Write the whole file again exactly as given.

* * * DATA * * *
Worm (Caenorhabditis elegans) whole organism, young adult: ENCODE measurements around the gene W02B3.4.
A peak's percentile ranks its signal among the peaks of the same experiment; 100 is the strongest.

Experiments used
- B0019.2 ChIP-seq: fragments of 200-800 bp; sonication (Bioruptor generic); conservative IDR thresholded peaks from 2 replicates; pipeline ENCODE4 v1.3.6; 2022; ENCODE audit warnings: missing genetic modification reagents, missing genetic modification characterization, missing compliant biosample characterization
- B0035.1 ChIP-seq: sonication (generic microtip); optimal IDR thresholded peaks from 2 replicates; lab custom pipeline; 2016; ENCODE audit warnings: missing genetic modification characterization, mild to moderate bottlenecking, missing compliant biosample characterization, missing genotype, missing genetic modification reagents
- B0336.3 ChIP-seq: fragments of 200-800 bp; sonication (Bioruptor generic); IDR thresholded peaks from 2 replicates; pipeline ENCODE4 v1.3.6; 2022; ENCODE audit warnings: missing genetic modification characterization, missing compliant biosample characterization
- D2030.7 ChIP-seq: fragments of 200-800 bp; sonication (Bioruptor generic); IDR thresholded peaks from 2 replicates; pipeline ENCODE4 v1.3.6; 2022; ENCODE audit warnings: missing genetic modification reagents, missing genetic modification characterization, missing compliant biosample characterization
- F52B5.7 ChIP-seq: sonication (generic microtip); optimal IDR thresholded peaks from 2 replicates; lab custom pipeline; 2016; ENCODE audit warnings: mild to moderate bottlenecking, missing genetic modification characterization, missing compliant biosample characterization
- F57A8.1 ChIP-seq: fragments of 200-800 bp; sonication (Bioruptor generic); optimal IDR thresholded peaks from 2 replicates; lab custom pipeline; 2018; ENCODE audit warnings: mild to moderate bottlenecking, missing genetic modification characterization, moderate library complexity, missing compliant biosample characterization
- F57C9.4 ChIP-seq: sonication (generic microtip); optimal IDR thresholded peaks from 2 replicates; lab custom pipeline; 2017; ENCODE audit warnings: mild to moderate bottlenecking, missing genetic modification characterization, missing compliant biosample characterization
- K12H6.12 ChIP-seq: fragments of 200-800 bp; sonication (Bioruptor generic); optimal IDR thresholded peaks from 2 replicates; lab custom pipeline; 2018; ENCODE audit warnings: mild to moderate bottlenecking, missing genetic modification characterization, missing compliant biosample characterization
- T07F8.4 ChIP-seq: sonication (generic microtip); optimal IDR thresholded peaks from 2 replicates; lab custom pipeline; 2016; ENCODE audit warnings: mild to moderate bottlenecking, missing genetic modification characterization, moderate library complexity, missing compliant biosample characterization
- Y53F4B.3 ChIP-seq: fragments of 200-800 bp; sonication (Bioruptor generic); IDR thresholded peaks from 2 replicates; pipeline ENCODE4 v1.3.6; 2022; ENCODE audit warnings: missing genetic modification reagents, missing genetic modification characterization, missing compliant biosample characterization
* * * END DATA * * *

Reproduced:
Worm (Caenorhabditis elegans) whole organism, young adult: ENCODE measurements around the gene W02B3.4.
A peak's percentile ranks its signal among the peaks of the same experiment; 100 is the strongest.

Experiments used
- B0019.2 ChIP-seq: fragments of 200-800 bp; sonication (Bioruptor generic); conservative IDR thresholded peaks from 2 replicates; pipeline ENCODE4 v1.3.6; 2022; ENCODE audit warnings: missing genetic modification reagents, missing genetic modification characterization, missing compliant biosample characterization
- B0035.1 ChIP-seq: sonication (generic microtip); optimal IDR thresholded peaks from 2 replicates; lab custom pipeline; 2016; ENCODE audit warnings: missing genetic modification characterization, mild to moderate bottlenecking, missing compliant biosample characterization, missing genotype, missing genetic modification reagents
- B0336.3 ChIP-seq: fragments of 200-800 bp; sonication (Bioruptor generic); IDR thresholded peaks from 2 replicates; pipeline ENCODE4 v1.3.6; 2022; ENCODE audit warnings: missing genetic modification characterization, missing compliant biosample characterization
- D2030.7 ChIP-seq: fragments of 200-800 bp; sonication (Bioruptor generic); IDR thresholded peaks from 2 replicates; pipeline ENCODE4 v1.3.6; 2022; ENCODE audit warnings: missing genetic modification reagents, missing genetic modification characterization, missing compliant biosample characterization
- F52B5.7 ChIP-seq: sonication (generic microtip); optimal IDR thresholded peaks from 2 replicates; lab custom pipeline; 2016; ENCODE audit warnings: mild to moderate bottlenecking, missing genetic modification characterization, missing compliant biosample characterization
- F57A8.1 ChIP-seq: fragments of 200-800 bp; sonication (Bioruptor generic); optimal IDR thresholded peaks from 2 replicates; lab custom pipeline; 2018; ENCODE audit warnings: mild to moderate bottlenecking, missing genetic modification characterization, moderate library complexity, missing compliant biosample characterization
- F57C9.4 ChIP-seq: sonication (generic microtip); optimal IDR thresholded peaks from 2 replicates; lab custom pipeline; 2017; ENCODE audit warnings: mild to moderate bottlenecking, missing genetic modification characterization, missing compliant biosample characterization
- K12H6.12 ChIP-seq: fragments of 200-800 bp; sonication (Bioruptor generic); optimal IDR thresholded peaks from 2 replicates; lab custom pipeline; 2018; ENCODE audit warnings: mild to moderate bottlenecking, missing genetic modification characterization, missing compliant biosample characterization
- T07F8.4 ChIP-seq: sonication (generic microtip); optimal IDR thresholded peaks from 2 replicates; lab custom pipeline; 2016; ENCODE audit warnings: mild to moderate bottlenecking, missing genetic modification characterization, moderate library complexity, missing compliant biosample characterization
- Y53F4B.3 ChIP-seq: fragments of 200-800 bp; sonication (Bioruptor generic); IDR thresholded peaks from 2 replicates; pipeline ENCODE4 v1.3.6; 2022; ENCODE audit warnings: missing genetic modification reagents, missing genetic modification characterization, missing compliant biosample characterization